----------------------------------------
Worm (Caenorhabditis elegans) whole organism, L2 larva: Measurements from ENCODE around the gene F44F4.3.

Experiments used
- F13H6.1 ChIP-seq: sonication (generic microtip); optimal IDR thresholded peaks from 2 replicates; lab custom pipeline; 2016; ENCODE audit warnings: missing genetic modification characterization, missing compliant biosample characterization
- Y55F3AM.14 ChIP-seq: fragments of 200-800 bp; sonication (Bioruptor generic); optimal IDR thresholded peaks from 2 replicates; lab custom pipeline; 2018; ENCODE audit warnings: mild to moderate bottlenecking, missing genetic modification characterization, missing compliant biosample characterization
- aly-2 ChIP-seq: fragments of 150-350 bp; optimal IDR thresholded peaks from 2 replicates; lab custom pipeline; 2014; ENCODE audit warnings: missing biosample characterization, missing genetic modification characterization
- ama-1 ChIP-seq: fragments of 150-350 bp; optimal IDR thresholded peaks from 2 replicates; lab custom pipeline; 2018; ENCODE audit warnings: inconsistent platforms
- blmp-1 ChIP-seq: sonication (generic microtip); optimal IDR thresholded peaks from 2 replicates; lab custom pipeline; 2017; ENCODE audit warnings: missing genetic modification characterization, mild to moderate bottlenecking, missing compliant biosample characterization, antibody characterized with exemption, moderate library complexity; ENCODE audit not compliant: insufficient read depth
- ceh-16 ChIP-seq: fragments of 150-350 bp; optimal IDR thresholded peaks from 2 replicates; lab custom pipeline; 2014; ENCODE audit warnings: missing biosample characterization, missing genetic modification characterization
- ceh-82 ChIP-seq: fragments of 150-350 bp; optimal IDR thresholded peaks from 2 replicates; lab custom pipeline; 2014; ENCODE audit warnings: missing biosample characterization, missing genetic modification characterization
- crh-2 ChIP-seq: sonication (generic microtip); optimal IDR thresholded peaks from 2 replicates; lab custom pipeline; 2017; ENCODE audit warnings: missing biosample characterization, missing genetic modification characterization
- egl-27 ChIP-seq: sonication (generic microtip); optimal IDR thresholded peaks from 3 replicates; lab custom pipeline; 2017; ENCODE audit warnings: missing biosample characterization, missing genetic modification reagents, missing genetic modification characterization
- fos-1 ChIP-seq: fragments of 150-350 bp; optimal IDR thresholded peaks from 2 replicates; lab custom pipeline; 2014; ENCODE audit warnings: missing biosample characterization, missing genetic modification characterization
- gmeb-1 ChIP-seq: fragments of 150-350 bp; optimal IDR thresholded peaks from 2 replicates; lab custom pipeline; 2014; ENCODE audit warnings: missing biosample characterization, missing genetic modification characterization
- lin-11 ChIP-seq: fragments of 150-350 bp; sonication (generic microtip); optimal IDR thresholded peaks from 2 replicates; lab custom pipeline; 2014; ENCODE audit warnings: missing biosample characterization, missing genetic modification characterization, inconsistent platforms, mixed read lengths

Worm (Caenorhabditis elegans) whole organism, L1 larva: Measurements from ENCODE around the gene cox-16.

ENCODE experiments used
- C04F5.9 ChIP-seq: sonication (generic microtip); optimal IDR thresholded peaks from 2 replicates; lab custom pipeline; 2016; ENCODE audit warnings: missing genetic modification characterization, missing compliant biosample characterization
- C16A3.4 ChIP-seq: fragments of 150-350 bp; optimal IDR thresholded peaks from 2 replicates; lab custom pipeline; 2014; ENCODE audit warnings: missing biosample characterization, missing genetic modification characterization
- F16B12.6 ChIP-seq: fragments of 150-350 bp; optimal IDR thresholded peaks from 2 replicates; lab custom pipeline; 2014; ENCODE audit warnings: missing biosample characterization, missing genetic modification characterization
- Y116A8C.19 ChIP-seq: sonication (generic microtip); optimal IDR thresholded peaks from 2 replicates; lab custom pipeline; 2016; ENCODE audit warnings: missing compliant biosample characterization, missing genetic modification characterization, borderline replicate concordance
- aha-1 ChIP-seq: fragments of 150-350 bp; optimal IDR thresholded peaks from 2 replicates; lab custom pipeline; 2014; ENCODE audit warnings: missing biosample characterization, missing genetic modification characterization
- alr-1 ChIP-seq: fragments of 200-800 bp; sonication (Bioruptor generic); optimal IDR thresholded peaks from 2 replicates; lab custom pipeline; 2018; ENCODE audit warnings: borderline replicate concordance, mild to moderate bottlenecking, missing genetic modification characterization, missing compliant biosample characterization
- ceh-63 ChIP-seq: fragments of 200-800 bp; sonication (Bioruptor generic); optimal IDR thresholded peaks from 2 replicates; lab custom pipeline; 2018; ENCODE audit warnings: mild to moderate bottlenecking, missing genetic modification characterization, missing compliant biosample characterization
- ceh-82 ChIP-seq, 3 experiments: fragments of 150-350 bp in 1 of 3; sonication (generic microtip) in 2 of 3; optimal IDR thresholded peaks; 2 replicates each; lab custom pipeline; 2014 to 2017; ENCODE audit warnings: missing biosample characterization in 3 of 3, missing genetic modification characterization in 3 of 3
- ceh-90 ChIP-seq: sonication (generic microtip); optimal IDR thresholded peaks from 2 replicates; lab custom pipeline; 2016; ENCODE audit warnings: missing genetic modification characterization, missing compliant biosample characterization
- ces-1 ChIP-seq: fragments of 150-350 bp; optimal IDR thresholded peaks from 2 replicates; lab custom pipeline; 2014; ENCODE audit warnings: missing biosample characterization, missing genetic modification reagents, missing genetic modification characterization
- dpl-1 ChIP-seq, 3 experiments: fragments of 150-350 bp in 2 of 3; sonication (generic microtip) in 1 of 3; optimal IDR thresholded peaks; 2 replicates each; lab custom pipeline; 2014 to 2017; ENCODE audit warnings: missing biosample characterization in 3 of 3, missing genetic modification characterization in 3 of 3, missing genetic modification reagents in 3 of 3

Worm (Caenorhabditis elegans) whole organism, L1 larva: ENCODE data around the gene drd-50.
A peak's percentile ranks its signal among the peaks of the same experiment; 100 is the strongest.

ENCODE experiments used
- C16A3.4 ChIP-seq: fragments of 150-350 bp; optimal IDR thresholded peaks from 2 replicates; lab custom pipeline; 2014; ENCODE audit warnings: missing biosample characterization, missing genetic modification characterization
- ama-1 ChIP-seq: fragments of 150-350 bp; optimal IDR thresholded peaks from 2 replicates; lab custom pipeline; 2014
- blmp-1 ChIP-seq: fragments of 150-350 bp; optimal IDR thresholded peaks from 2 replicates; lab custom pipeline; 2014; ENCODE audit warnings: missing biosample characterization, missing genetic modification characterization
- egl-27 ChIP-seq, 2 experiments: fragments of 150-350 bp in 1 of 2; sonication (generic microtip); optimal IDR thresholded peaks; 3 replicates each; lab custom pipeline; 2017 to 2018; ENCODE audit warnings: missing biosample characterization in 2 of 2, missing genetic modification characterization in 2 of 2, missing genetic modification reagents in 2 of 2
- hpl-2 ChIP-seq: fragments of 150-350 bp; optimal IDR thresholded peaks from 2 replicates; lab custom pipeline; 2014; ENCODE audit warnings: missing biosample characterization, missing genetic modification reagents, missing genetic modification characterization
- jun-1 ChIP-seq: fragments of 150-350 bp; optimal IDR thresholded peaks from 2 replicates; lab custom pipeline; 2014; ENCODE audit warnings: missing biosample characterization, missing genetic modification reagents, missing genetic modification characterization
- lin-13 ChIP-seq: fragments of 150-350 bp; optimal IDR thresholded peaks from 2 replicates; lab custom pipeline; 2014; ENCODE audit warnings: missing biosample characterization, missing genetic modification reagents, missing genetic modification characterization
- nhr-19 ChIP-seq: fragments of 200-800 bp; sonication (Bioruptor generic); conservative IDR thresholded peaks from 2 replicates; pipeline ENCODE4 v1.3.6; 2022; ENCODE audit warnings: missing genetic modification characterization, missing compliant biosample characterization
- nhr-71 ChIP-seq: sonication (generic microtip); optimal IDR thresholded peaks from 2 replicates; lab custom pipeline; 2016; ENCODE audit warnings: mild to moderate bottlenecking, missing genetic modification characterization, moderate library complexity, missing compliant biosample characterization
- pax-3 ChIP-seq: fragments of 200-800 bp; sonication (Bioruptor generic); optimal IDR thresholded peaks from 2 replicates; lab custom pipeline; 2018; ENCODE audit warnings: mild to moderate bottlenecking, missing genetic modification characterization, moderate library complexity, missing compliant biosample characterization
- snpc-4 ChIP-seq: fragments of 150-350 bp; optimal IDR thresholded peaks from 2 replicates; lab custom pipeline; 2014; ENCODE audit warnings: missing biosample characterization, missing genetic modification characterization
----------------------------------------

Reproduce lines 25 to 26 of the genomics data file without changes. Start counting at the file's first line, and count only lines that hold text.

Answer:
- ceh-90 ChIP-seq: sonication (generic microtip); optimal IDR thresholded peaks from 2 replicates; lab custom pipeline; 2016; ENCODE audit warnings: missing genetic modification characterization, missing compliant biosample characterization
- ces-1 ChIP-seq: fragments of 150-350 bp; optimal IDR thresholded peaks from 2 replicates; lab custom pipeline; 2014; ENCODE audit warnings: missing biosample characterization, missing genetic modification reagents, missing genetic modification characterization